The U.S. doesn't have a very good track record when it comes to preventing genocide.
In 1994, while Rwanda's Tutsi were being slaughtered by the hundreds of thousands in one of the bloodiest three months in human history, then-President Bill Clinton's administration was under pressure to apply the dreaded G-word to the situation.
"How many acts of genocide does it take to make genocide?" Reuters correspondent Alan Elsner asked in an infamous exchange with then-State Department spokeswoman Christine Shelley.
"Alan," Shelley responded, "that’s just not a question that I’m in a position to answer."
Shelley's answer seemed heartless, callous and tone deaf. Here was an American official, dodging a question about semantics from an air conditioned office in Washington, while 7,200 miles away Rwandans were getting hacked to death with machetes in their own homes and churches.
Samantha Power -- who is now the U.S. ambassador to the U.N. in President Barack Obama's administration -- put the Clinton administration's reluctance to use the word "genocide" into context with her 2002 book "A Problem From Hell: America and the Age of Genocide."
“Be careful," a Pentagon official warned the White House at the time. According to Power's book, "… genocide finding could commit [the government] to actually do something."
And that sums up exactly why Obama has been so reluctant to put the genocide label on the Islamic State's systematic murder of Christians and religious minorities like the Kurdish Yazidi.
Certainly, it's not for lack of clarity about what genocide entails. The Geneva Convention defines genocide as “the deliberate and systematic destruction, in whole or in part, of an ethnical, racial, religious or national group.”
The Islamic State's campaign -- and its stated goal of wiping out nonbelievers and establishing a worldwide caliphate -- seems to meet the criteria. But Obama and his advisors know that the instant they use the word genocide, there's no going back. They will be legally bound to intervene, and that could mean going beyond the limited air campaign the U.S. has carried out against the terrorist group.
Estimating how many people ISIS has killed is notoriously difficult. Millions of people have been displaced, and there have been innumerable reports of ISIS-inflicted barbarity on religious minorities -- from beheadings to crucifixions, to people starving to death in mountain hold-outs while under siege from ISIS forces.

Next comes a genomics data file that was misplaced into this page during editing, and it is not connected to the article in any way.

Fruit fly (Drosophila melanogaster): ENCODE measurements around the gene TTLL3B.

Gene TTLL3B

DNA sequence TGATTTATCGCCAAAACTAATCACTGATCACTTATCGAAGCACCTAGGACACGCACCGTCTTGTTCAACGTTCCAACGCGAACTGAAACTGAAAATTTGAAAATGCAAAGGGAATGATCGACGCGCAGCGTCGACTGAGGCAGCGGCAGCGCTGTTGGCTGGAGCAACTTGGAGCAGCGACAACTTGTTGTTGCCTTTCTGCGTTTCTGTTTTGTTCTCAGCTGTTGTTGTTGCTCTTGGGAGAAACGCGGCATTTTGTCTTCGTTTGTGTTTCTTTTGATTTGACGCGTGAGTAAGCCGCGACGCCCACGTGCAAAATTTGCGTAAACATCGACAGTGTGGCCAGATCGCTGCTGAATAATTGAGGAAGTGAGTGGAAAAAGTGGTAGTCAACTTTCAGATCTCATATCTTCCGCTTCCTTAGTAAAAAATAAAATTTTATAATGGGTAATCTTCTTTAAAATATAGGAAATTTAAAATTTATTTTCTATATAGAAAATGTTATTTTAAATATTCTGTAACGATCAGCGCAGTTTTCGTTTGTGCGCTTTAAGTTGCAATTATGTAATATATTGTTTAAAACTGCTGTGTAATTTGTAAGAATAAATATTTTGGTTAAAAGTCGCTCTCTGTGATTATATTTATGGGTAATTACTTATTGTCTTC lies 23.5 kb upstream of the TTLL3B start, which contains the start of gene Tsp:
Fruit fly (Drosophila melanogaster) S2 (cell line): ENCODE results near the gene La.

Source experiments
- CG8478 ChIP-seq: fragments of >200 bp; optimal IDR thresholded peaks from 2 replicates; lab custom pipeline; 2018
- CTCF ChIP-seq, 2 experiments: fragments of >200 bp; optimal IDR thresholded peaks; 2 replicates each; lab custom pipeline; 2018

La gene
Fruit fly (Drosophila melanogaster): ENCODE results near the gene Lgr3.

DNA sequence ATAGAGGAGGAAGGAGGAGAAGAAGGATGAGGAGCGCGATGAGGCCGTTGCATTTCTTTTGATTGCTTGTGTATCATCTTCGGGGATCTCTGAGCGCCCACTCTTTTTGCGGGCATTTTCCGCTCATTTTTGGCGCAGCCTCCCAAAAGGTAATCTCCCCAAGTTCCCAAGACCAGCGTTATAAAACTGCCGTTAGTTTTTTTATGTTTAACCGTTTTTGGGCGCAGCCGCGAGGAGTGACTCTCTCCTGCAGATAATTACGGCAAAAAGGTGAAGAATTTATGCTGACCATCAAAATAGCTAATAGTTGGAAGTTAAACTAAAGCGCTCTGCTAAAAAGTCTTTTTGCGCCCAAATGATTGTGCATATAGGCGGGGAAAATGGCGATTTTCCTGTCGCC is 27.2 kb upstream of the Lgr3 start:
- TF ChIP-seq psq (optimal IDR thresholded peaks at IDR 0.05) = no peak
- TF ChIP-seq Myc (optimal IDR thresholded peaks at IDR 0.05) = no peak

Some organizations -- like the Institute for Economics and Peace's "Global Terrorism Index" -- attempt to quantify the human cost, blaming ISIS for more than 30,000 deaths in 2015 alone. But as Mother Jones notes, the chaos in countries like Syria and Iraq -- and the inherent danger in documenting it -- makes it impossible to compile accurate figures. Some experts told the magazine that the known deaths account for only a fraction of the actual number.
"My gut instinct is, we don't know," Megan Price of the Human Rights Data Analysis Group told Mother Jones. "I don't think those are knowable numbers."
Despite that, some groups are trying. On March 4, Yahoo News reported that the Knights of Columbus, a Catholic organization, is getting ready to release “a comprehensive and encyclopedic” study of “the genocidal atrocities committed against Christians in Iraq, Syria and the surrounding area by ISIS and its affiliates."
The goal is to force the Obama administration to confront the slaughter head-on, and force the president's hand in labeling ISIS' campaign as genocide.
It's the right thing to do. For every day officials deliberate and consult with lawyers about the legal and military ramifications of using the G-word, more people are put to death, more women are raped, more children are whipped and stoned by barbarians who readily admit they want to wipe out other religions.
Let's hope Obama learns from the mistakes of the past, and doesn't put legal bickering above the lives of innocent people.